Friday, July 4, 2014

Alex Kovalev Quad Jersey Card

A story I deliberately skipped over yesterday when featuring this card of Eric Brewer was the fact that at age 41, after a series of injuries brought an end to his dream of playing until the age of 50, Alex Kovalev officially retired.

In the next few weeks, months, and perhaps even years, you will read and hear many conflicting things about Kovalev, most of them true at first. Then, as with every legend, both sides will embellish their stories and make them bigger and bigger until he is inevitably dubbed Hockey's Dr. Jeckyll.

I'll say this, right now: did he have a tendency to take two or three nights off per week? Short answer: yes. In fact, though, the more honest answer would be this: never in important games, never in the playoffs, never when sporting a letter (be it the captain's 'C' or the alternate's 'A') on his chest, and never in front of an adoring hometown crowd cheering him on. And rarely when he could take center stage.

Which led to a Stanley Cup in 1994 with the New York Rangers, playing on Mark Messier's line in his second NHL season; a 44-goal and 95-point season with the Pittsburgh Penguins in 2000-01, prompting none other than Mario Lemieux to claim he had the ''best hands he'd ever seen'', from a guy who may have been the most talented player ever to play and who played alongside Wayne Gretzky, Jaromir Jagr, Joe Sakic, and Sidney Crosby.

But some of his greatest feats came while he was a member of the Montréal Canadiens. His 10 points in 11 playoff games when he was first traded to the team started a fiery romance with the Montréal faithful that struck him deeply. And though he had a down year after his favourite center - Mike Ribeiro - was traded, once he found and learned to appreciate everything Tomas Plekanec could do, he was back on track, with a 35-goal, 84-point season. He was the best forward at the 2005 World Championships - from an especially deep talent pool considering the NHL was locked out and every country could send its best players to play.

He made the playoffs 4 times with the Habs, each time producing around the point-per-game mark. But his greatest show was at the 2009 All-Star Game, played in front of his hometown crowd with 4 other Habs, captaining the Eastern All-Stars despite the team also boasting Evgeni Malkin and Alex Ovechkin, and with his 2-goal, 1-assist performance plus the game-winning goal in the shootout, he was named the MVP ahead of all the other stars.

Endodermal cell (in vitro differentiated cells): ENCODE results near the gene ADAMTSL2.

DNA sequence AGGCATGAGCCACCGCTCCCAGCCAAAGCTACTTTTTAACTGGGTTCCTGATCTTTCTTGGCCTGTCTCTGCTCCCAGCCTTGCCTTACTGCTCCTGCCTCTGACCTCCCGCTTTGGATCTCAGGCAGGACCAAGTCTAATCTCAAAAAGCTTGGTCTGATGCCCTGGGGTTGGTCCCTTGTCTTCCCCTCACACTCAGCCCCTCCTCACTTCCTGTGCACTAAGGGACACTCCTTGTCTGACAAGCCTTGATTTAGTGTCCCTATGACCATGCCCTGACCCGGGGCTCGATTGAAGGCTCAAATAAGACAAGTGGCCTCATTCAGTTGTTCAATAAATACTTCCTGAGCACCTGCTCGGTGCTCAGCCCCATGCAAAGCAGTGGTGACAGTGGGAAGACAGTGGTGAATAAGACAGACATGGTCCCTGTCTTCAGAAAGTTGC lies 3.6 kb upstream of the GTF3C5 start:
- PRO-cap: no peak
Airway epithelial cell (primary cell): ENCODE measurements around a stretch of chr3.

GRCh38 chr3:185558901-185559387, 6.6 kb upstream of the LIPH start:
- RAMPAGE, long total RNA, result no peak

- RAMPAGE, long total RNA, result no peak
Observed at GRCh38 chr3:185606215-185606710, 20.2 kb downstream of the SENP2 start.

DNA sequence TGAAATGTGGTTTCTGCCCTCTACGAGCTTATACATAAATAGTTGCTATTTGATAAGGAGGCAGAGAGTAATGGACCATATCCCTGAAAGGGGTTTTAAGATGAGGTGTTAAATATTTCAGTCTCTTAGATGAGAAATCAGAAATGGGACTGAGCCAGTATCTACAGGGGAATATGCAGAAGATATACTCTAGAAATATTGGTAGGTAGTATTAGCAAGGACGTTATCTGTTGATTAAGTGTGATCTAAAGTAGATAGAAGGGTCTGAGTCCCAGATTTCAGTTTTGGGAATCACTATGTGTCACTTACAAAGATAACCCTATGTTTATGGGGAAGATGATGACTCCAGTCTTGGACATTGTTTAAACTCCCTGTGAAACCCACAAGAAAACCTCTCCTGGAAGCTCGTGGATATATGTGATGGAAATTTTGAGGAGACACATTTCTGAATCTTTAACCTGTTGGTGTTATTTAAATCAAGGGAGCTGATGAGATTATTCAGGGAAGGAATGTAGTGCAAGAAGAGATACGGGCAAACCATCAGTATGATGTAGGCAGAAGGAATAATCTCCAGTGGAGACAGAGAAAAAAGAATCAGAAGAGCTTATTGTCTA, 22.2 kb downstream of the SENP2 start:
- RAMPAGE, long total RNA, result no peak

If there was a spotlight, he wanted it to be on him, and he made it happen.

And that is why the Habs let him wear the 'C' when Saku Koivu was injured, despite never having done so before in Koivu's storied yet injury-riddled career. He wasn't just a capable leader, he wanted to be the guy that was counted upon, he took pride in leading the way, and he wouldn't take a night off - despite his reputation - if he knew he was the go-to guy. In that respect, he was the ultimate end-of-communism-era Russian, military-like in his sense of duty, pride and determination.

When it comes to sheer talent, pure ability, he was in the top-5 of the last 20 years.

Look at this goal, scored without a helmet, Guy Lafleur-style:

And here's a top-10 that I kind of disagree with, as some of the middle positions aren't as spectacular as a few of his other goals, but added to the one above gives a great idea of the extent to which he could do as he pleased in all aspects of puck control:

But he also had a mean streak, and recognized when to step the anger in his game up against the right opponents, as seen here taking revenge for an intentional sucker-punch to the head from the Toronto Maple Leafs' Darcy Tucker:

All told, Kovalev retires with Olympic gold (1992) and bronze (2002), World Juniors gold (1992), World Championships bronze (2005), a Stanley Cup and 100 career playoff points, over 1000 regular-season points on 430 goals and 599 assists, having scored 100 goals for three separate teams, 1304 penalty minutes in 1316 games, three All-Star Games (and one MVP title), the World Championships' ''best forward'' title for 2005, and as the first Russian ever chosen in the first round of an NHL draft.

He retires following a 22-goal and 52-point season in 44 games in Switzerland. Not too shabby.

And I have a great card to commemorate a great player, from Upper Deck's 2008-09 Black Diamond collection, card #BDJ-KO in the set, a Quad Jersey card with four distinct pieces of jersey - three white and one red - showing him in the Habs' classic red (home) uniform in front of a simple yet beautiful signature UD design:
I wasn't convinced at first, but he really does wear the bleu-blanc-rouge very well.

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